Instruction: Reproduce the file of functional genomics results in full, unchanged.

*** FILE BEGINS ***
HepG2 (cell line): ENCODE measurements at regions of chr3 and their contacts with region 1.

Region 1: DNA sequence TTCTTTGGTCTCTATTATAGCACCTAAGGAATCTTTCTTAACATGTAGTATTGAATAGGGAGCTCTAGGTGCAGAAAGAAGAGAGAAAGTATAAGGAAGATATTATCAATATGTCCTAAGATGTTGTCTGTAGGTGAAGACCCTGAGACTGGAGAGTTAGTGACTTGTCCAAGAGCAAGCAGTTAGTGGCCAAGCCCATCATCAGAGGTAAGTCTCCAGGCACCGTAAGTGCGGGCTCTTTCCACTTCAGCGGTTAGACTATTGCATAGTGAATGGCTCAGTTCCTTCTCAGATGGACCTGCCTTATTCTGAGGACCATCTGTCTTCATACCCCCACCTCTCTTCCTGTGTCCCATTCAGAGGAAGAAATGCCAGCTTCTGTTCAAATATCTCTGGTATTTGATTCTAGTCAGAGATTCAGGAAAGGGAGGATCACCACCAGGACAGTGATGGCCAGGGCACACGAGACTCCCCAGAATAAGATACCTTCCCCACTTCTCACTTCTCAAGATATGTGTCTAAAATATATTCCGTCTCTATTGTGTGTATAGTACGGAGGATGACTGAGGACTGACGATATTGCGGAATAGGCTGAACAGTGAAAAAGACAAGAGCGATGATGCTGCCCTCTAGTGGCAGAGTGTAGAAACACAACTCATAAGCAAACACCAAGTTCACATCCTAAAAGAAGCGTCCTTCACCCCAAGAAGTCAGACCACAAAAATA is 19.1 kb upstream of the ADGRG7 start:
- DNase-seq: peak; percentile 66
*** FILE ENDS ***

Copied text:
HepG2 (cell line): ENCODE measurements at regions of chr3 and their contacts with region 1.

Region 1: DNA sequence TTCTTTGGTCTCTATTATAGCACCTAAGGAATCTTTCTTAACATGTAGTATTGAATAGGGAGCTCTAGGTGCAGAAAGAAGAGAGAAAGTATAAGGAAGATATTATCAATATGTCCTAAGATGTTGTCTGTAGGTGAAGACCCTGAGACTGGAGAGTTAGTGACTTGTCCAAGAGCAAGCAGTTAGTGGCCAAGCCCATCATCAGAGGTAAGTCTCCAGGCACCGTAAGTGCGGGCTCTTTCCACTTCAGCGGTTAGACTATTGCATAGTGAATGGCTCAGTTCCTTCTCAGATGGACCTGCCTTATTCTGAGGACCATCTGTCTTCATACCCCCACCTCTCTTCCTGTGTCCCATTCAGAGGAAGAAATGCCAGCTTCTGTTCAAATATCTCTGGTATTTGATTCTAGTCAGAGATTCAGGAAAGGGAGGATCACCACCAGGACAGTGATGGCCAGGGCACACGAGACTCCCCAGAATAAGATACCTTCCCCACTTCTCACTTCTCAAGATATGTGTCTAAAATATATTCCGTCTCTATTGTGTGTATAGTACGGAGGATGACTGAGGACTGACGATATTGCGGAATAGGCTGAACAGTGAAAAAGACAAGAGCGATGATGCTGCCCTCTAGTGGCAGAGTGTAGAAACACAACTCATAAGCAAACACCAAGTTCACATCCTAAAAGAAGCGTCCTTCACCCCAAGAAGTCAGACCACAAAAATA is 19.1 kb upstream of the ADGRG7 start:
- DNase-seq: peak; percentile 66